Tag Archives: Anger

Quick Review: Unoffendable

On our family drive to Colorado recently I read Brant Hansen’s Unoffendable: How Just One Change Can Make All of Life Better.  

I was drawn to read it because the summary fits the general realm of self-differentiation that I enjoy looking at, but also because it had potential relevance to some of the shame and conflict research I’ve been working on this past year.

This turned out to be a more “popular Christian” book than I expected, but it wasn’t all bad in that regard as there were some unexpected nuggets in parts of the book that did not fit my expectations. The book is written by a guy who works in Christian radio. That fact might have scared me off before I read the book, but turned out to add some fascinating insights.

The premise is clear – giving up the right to be angry makes all the difference in relationships, leadership, ministry, and all of life. The author unpacks how a lot of people spiritualize anger, especially toxic anger under the vernacular as “righteous anger.” This was the most important part of the book – a prophetic word to angry Christians about how their anger is not righteous, but self-serving.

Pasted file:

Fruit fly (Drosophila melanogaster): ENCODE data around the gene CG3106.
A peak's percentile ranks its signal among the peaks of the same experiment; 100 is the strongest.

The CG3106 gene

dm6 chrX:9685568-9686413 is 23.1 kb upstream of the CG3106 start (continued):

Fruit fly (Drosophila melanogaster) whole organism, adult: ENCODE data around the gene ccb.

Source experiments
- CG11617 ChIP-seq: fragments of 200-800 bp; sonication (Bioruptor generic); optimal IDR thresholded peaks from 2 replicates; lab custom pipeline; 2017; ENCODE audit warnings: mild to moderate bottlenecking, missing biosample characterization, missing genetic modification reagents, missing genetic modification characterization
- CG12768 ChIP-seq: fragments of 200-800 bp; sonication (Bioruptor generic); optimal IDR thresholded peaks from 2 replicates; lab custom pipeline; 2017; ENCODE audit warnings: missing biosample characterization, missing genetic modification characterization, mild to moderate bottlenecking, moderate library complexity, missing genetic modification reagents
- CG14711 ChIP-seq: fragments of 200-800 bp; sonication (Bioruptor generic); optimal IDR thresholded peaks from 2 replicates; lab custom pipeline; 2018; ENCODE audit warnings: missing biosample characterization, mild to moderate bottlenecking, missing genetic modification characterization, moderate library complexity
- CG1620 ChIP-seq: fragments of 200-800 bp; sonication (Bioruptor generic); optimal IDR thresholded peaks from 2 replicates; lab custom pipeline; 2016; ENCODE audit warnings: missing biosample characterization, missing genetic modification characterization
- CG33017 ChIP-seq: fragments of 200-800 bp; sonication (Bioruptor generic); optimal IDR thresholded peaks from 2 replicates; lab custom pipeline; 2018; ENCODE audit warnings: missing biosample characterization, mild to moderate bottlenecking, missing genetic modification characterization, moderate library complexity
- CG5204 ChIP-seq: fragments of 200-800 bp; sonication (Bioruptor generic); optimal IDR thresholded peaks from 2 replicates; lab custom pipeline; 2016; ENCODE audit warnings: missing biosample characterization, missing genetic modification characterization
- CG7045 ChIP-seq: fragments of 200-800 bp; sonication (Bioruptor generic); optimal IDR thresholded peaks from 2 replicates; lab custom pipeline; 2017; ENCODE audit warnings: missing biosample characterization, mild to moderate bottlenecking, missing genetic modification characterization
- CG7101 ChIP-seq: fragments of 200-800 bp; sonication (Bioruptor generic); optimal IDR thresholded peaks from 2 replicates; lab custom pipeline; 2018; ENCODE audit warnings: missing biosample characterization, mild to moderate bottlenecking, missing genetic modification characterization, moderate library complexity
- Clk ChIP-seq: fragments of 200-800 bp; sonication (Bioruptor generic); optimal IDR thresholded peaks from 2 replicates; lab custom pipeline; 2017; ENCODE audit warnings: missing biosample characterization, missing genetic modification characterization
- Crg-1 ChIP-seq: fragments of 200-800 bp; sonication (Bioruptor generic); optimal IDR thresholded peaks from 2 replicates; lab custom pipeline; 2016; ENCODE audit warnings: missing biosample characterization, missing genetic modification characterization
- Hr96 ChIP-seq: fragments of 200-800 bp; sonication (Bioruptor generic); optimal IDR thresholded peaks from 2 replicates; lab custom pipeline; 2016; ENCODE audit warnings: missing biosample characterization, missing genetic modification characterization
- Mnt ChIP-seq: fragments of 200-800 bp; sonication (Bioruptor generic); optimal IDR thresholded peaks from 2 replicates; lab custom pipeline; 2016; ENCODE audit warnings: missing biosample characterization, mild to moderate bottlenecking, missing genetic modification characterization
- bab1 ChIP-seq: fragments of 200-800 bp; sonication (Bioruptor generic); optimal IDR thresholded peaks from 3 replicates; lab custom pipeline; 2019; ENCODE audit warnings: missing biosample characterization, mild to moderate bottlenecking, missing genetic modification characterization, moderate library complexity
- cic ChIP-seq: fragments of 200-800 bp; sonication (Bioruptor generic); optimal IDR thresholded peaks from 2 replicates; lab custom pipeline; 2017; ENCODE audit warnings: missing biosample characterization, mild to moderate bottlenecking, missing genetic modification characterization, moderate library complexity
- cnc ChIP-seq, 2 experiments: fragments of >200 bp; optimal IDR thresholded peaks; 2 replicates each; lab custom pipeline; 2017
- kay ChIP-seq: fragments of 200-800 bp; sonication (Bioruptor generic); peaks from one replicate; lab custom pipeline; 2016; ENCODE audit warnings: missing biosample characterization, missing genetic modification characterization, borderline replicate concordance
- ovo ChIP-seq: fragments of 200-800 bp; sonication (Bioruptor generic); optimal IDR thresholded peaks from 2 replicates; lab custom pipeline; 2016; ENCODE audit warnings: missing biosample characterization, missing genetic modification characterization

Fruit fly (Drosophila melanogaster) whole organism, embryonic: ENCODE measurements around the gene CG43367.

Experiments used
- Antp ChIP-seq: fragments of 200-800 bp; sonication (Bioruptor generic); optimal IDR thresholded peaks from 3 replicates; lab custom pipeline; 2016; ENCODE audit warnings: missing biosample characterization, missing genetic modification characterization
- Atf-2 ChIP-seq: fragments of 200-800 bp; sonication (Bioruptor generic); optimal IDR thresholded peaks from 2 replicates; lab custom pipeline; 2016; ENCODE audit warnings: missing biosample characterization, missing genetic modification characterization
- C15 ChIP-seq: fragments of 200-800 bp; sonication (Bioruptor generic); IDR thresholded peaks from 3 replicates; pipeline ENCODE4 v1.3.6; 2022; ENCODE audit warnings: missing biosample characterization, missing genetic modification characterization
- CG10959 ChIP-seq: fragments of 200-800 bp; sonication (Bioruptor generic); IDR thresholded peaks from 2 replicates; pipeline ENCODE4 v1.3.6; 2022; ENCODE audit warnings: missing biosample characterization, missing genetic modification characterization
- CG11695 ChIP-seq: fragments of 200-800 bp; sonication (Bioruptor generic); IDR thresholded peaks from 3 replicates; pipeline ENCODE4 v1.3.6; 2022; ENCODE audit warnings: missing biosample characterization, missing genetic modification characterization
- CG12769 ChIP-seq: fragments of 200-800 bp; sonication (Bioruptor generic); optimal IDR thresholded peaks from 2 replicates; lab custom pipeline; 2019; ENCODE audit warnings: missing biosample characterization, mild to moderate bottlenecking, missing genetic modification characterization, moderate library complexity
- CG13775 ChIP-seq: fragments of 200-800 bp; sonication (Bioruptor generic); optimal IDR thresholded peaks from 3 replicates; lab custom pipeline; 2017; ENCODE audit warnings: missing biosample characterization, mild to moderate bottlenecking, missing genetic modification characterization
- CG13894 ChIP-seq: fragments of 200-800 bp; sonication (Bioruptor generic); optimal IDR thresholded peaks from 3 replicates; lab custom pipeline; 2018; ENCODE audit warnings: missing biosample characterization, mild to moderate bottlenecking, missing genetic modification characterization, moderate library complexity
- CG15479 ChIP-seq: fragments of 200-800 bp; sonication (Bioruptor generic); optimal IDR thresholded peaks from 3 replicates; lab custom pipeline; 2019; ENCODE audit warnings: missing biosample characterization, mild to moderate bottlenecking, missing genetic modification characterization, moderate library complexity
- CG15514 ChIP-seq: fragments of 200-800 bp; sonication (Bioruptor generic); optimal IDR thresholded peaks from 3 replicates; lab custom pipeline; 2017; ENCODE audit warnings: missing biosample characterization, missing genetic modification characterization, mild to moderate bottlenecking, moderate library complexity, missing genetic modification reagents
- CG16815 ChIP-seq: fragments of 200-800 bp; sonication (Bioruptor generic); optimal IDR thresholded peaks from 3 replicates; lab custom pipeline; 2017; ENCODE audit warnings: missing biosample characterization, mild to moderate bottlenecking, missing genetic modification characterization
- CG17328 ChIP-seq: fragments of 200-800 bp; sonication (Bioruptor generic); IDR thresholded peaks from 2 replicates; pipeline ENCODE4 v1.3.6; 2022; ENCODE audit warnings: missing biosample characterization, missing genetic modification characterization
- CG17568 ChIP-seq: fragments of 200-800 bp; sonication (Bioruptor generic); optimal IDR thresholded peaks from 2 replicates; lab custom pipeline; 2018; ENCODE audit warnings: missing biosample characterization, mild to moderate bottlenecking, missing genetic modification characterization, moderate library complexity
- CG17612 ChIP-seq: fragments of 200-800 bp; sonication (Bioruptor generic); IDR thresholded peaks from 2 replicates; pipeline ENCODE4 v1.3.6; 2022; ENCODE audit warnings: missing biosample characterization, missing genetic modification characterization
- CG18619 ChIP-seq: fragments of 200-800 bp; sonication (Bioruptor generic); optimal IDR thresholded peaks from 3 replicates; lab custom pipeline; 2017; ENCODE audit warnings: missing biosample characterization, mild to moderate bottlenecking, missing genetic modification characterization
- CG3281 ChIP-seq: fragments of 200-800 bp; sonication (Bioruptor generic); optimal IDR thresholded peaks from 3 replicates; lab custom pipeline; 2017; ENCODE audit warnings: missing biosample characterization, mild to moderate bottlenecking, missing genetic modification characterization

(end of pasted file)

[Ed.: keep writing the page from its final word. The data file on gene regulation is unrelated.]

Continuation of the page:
I expected most of the book to relate to conflict, but there was helpful exploration of how anger and “offendability” impacts evangelism and many other things, including a good discussion about dying to anger as it relates to forgiveness.

An interesting discussion is to compare/contrast this book with Bill Hybel’s Holy Discontent, which speaks to some measure of righteous anger as a fuel for passion.  Hanson argues pretty clearly that anger has no place in motivation for justice because our motivation is love.  Jeff VanVonderan in Families Where Grace is in Place (which I am reading now) has a really helpful chapter where he unpacks a discussion on anger which echoes some of Hanson’s arguments but frames a more robust argument around the original Greek language used for “anger.” There are different words and concepts.  VanVonderan offers the most satisfying explanation of the verse “Be angry, but do not sin….”  Hanson though includes great insight that justice work need not be driven by anger and how research shows the most outraged and offended are often those who do least to be part of the solution.